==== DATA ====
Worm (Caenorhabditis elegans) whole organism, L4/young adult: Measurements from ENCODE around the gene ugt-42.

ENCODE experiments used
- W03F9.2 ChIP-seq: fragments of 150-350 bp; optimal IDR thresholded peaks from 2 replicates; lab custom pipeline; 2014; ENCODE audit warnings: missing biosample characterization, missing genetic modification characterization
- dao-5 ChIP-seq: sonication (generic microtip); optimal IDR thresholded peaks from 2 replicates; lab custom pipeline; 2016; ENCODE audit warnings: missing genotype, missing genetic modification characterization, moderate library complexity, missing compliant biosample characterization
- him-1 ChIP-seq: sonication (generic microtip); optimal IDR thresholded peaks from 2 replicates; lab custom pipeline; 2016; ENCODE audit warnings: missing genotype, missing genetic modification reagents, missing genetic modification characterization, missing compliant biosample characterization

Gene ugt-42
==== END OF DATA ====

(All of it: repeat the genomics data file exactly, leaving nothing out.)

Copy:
Worm (Caenorhabditis elegans) whole organism, L4/young adult: Measurements from ENCODE around the gene ugt-42.

ENCODE experiments used
- W03F9.2 ChIP-seq: fragments of 150-350 bp; optimal IDR thresholded peaks from 2 replicates; lab custom pipeline; 2014; ENCODE audit warnings: missing biosample characterization, missing genetic modification characterization
- dao-5 ChIP-seq: sonication (generic microtip); optimal IDR thresholded peaks from 2 replicates; lab custom pipeline; 2016; ENCODE audit warnings: missing genotype, missing genetic modification characterization, moderate library complexity, missing compliant biosample characterization
- him-1 ChIP-seq: sonication (generic microtip); optimal IDR thresholded peaks from 2 replicates; lab custom pipeline; 2016; ENCODE audit warnings: missing genotype, missing genetic modification reagents, missing genetic modification characterization, missing compliant biosample characterization

Gene ugt-42